Tie in the shellback and wing material next. As with the tail there are a few materials to choose from including deer hair, moose body hair and elk hair. Elk hair has been a long standing favorite as it easier to control than deer hair and its light coloration provides superior visibility on the water. Trim a pipe cleaner sized clump of hair from the hide and remove the under fur and short fibers. Place the prepared hair into a hair stacker and even the tips. Preen the hair again to ensure no short fibers remain. Measure the stacked hair so the tips of the hair are even with the tips of the tail and the butts reach the eye of the hook. This measurement is crucial. Grasp the hair at this point and trim the hair even with the thumb and forefinger and tie the hair clump in place at the mid point on the shank. Avoid pounding thread pressure the hair all at once. Use a tight tighter, tightest philosophy to secure the hair and minimize thread breakage. Bind the hair back along the shank to the tail sliding the thumb and forefinger back with each wrap for control. Do not let go of the hair at any time during the tie in process. Deer and elk hair are high maintenance materials. Lack of control can drive tyers to fits. Tyers must control materials not the other way around. With the hair in place rock the tips up away from the tail to induce a set in the hair. This trick keeps the shellback and wing hair from mixing with the tail fibers and works for similar patterns such as the Tom Thumb.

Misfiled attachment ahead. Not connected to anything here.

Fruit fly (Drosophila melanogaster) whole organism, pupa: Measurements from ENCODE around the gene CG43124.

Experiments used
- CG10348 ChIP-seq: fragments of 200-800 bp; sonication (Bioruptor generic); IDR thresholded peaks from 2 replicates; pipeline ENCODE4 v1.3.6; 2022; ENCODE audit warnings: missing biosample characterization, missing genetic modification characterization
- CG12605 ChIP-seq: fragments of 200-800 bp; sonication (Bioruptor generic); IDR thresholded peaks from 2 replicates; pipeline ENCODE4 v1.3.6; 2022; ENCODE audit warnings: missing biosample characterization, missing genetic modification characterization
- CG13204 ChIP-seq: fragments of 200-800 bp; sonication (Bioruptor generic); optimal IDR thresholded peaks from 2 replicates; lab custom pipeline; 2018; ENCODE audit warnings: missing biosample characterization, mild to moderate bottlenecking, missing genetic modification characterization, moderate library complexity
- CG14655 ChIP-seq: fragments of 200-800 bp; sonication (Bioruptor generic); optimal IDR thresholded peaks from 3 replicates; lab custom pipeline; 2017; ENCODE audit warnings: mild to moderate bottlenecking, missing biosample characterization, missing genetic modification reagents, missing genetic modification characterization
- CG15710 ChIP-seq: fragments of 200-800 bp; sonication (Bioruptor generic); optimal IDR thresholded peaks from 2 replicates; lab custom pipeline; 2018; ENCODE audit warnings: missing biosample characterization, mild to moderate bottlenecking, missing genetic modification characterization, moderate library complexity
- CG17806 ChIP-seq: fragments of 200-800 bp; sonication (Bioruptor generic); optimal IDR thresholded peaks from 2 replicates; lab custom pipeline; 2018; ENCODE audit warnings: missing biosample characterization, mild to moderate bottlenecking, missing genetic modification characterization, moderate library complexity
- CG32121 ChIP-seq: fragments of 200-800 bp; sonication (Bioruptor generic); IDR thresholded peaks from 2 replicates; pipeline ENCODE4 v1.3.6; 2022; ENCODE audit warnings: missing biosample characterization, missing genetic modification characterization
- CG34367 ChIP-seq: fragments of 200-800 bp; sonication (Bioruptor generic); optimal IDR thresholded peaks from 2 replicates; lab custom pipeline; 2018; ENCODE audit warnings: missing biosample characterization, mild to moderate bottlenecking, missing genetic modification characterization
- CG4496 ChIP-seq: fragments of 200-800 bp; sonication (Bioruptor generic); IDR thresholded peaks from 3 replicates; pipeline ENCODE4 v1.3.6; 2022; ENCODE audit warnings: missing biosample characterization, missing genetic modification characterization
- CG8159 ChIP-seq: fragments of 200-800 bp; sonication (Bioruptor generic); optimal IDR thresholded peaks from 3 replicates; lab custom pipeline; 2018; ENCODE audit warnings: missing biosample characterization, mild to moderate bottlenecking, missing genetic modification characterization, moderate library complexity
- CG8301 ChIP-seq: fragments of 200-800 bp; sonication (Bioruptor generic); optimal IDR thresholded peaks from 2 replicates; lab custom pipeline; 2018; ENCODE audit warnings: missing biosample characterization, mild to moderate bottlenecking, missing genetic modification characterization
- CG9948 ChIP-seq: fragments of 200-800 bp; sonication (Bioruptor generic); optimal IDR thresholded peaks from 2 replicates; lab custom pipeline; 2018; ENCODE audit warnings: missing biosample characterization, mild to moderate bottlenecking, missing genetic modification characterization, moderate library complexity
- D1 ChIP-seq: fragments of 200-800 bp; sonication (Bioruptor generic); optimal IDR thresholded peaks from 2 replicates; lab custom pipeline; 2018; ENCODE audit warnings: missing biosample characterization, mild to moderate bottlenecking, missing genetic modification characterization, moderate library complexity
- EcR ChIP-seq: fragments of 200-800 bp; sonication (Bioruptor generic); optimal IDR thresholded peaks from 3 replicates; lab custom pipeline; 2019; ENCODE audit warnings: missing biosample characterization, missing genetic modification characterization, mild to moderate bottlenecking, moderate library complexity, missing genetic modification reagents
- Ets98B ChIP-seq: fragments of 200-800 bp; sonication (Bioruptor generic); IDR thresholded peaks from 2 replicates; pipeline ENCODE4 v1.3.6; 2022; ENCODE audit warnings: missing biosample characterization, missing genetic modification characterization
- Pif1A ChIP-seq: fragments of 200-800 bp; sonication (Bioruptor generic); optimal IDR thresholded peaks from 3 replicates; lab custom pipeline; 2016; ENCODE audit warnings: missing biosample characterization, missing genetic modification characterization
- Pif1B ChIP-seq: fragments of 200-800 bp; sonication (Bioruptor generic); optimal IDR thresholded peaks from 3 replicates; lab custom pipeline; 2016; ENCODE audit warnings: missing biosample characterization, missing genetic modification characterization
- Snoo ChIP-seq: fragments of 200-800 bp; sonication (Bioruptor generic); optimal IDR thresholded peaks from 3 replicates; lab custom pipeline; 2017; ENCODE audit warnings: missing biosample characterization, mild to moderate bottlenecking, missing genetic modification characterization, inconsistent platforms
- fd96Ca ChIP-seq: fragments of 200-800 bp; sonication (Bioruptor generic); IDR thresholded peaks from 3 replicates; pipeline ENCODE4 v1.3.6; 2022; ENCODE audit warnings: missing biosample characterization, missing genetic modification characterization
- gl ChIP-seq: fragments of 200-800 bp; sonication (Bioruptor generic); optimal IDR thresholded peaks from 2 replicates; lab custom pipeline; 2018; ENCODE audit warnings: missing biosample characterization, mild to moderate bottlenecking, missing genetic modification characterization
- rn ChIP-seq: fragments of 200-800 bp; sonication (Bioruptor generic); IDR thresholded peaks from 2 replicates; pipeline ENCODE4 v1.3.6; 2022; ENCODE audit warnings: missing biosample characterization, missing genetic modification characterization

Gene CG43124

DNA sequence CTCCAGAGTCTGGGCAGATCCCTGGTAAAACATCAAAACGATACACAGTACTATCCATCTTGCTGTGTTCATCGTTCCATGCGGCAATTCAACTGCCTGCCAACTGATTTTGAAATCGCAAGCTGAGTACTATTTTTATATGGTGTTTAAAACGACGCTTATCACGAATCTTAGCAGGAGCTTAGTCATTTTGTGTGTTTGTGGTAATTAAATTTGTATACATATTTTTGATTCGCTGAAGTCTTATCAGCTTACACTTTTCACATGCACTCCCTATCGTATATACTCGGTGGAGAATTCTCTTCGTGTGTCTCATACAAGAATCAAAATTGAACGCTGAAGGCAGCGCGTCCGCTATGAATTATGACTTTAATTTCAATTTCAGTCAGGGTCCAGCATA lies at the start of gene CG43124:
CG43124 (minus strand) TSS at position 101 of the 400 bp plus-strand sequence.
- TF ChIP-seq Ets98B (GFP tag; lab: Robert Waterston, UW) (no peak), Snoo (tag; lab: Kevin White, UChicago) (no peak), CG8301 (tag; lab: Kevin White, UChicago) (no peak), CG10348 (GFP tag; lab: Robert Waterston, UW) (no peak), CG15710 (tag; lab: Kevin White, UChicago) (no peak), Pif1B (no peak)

Humpy bodies are varied. Initial designs utilized thread or floss bodies. Dubbed bodies are popular and peacock herl is another great body material. Iridescent peacock is tough to beat. No matter the choice the finished body must extend no further than the rear half of the hook.
Grasp the shellback and wing hair and draw it over the body and secure it in place at the mid point. Bind the hair down forward to the three quarter point on the shank. Cover the space between the wings and body with thread. Sweep the hair tips up and place enough of thread wraps directly in front to stand them upright. There should be a 45 degree angle running from the tips of the tail to the tips of the shank length wings.